Who: There will be a longer lull in the European outbreak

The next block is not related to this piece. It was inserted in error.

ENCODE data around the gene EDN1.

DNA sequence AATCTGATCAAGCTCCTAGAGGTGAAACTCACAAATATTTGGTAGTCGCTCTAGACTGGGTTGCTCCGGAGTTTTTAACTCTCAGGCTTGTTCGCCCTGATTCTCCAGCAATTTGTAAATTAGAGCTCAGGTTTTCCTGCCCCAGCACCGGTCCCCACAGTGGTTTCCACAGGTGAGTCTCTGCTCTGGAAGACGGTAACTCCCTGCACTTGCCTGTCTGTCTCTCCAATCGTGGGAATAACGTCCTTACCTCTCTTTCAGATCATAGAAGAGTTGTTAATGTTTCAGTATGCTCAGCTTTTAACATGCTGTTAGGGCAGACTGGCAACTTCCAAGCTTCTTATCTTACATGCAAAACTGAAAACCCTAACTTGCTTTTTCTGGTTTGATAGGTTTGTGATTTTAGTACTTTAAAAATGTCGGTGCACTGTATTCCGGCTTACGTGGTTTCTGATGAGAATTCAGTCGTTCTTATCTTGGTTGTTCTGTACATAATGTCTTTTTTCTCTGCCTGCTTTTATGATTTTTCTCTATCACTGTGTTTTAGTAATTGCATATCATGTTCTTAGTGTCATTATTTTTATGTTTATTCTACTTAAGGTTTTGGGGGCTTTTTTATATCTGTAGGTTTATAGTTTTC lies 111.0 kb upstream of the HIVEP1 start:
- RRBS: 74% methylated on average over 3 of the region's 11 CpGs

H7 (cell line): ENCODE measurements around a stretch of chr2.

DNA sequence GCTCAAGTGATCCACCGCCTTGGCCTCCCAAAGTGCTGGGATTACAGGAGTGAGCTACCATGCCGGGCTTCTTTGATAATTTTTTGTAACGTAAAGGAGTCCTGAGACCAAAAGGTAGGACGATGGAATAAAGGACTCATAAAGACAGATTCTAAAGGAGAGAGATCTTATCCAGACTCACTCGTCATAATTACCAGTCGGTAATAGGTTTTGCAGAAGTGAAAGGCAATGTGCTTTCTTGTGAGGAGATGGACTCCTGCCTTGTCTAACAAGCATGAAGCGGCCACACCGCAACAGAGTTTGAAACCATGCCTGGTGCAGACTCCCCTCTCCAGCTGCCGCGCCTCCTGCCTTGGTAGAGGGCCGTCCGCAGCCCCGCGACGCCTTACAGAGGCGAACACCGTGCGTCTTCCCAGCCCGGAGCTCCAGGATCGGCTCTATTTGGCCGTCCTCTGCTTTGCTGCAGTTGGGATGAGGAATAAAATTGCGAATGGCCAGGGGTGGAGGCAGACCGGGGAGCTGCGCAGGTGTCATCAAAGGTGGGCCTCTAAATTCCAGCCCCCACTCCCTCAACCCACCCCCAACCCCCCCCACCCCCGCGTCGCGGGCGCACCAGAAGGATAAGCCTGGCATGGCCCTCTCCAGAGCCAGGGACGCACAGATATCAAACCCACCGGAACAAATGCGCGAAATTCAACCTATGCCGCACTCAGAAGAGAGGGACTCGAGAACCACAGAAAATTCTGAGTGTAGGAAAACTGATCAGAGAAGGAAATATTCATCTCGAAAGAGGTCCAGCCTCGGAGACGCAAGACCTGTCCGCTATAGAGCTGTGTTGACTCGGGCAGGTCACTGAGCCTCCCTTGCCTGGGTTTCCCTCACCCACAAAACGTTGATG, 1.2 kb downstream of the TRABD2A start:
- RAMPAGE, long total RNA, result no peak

Europe may soon enter a long lull in what amounts to a ceasefire, thanks to a less severe variant of the Omicron virus, high levels of immunity and the arrival of a warm spring, the World Health Organization (WHO) said, according to EU news agency.Hans Klug, who regional Director for Europe.Hans Kluge, the WHO’s Regional director for Europe, was quoted as saying that a higher protection status in the European region could bring us lasting peace, even if a new strain of the omicron virus emerges that is deadlier than the omicron variant.Mr Klug said that in 53 countries, including the UK, 12 million new novel coronavirus cases were recorded last week, the highest weekly total in the outbreak, with about 22 per cent testing positive.The number of hospitalizations is increasing again, but not at the same rate, and the number of patients in intensive care is not increasing significantly.Across Europe, the death toll has also begun to level off.Klug says the huge capital of vaccine-derived and natural immunization, the favourable seasonal pause and the lower severity of the Omicron variant mean the government now has a unique opportunity to control transmission.This opens up the prospect of a long period of calm and higher levels of population defence in case infection rates rise again.Klug is credible in stressing that the European region is heading towards some kind of pandemic endgame.Authorities should use this respite constructively to continue and intensify vaccination, protect the most vulnerable, promote individual responsibility and strengthen surveillance to detect new variants.’I think it’s possible to deal with the inevitable new variants without re-installing the kind of disruptive measures we needed before,’ Mr. Klug said.He added that ensuring equal protection for all countries must now be a top priority.This requires a dramatic and uncompromising increase in the cross-border sharing of vaccines.We can no longer accept inequality in vaccines, which must be available to all, in the remotest corners of our vast regions and beyond.Ahead of World Cancer Day on February 4, who Regional Director for Europe Peter Klug noted that the outbreak has had a devastating impact on cancer patients over the past two years as health systems have struggled to screen, diagnose and treat.Early in the epidemic, he said, aggressive tumor diagnoses dropped 44 percent in Belgium, colorectal screening dropped 46 percent in Italy, and the number of cancers diagnosed in Spain in 2020 was 34 percent lower than expected.Many countries have improved since then, klug says, but the knock-on effects of the chaos will last for years, and any relief must be immediately used to reduce the backlog of chronic care services.(Mr. Huang)

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